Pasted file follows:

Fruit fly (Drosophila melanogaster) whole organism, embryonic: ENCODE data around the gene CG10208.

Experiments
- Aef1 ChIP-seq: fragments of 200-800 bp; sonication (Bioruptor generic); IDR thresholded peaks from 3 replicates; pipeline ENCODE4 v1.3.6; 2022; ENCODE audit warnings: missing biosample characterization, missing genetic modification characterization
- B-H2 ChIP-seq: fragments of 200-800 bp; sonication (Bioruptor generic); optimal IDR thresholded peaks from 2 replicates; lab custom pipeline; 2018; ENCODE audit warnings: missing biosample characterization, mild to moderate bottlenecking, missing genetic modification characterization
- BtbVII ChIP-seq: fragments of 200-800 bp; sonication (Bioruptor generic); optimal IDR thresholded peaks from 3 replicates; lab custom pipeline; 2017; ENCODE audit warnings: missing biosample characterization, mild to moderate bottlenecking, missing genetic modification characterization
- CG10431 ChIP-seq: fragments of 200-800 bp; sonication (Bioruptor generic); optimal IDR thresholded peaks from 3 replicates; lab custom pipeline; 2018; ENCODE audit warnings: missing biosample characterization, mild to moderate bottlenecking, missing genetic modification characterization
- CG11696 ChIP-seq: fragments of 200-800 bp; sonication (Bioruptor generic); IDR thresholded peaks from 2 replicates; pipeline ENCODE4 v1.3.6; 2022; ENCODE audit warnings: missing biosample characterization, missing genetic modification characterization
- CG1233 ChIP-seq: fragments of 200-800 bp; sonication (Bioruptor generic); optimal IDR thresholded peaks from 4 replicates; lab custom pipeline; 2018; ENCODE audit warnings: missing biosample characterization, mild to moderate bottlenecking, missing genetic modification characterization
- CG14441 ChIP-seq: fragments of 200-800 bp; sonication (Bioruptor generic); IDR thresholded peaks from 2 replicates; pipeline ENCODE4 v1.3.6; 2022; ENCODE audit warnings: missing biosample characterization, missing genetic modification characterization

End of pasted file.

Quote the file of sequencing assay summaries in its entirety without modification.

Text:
Fruit fly (Drosophila melanogaster) whole organism, embryonic: ENCODE data around the gene CG10208.

Experiments
- Aef1 ChIP-seq: fragments of 200-800 bp; sonication (Bioruptor generic); IDR thresholded peaks from 3 replicates; pipeline ENCODE4 v1.3.6; 2022; ENCODE audit warnings: missing biosample characterization, missing genetic modification characterization
- B-H2 ChIP-seq: fragments of 200-800 bp; sonication (Bioruptor generic); optimal IDR thresholded peaks from 2 replicates; lab custom pipeline; 2018; ENCODE audit warnings: missing biosample characterization, mild to moderate bottlenecking, missing genetic modification characterization
- BtbVII ChIP-seq: fragments of 200-800 bp; sonication (Bioruptor generic); optimal IDR thresholded peaks from 3 replicates; lab custom pipeline; 2017; ENCODE audit warnings: missing biosample characterization, mild to moderate bottlenecking, missing genetic modification characterization
- CG10431 ChIP-seq: fragments of 200-800 bp; sonication (Bioruptor generic); optimal IDR thresholded peaks from 3 replicates; lab custom pipeline; 2018; ENCODE audit warnings: missing biosample characterization, mild to moderate bottlenecking, missing genetic modification characterization
- CG11696 ChIP-seq: fragments of 200-800 bp; sonication (Bioruptor generic); IDR thresholded peaks from 2 replicates; pipeline ENCODE4 v1.3.6; 2022; ENCODE audit warnings: missing biosample characterization, missing genetic modification characterization
- CG1233 ChIP-seq: fragments of 200-800 bp; sonication (Bioruptor generic); optimal IDR thresholded peaks from 4 replicates; lab custom pipeline; 2018; ENCODE audit warnings: missing biosample characterization, mild to moderate bottlenecking, missing genetic modification characterization
- CG14441 ChIP-seq: fragments of 200-800 bp; sonication (Bioruptor generic); IDR thresholded peaks from 2 replicates; pipeline ENCODE4 v1.3.6; 2022; ENCODE audit warnings: missing biosample characterization, missing genetic modification characterization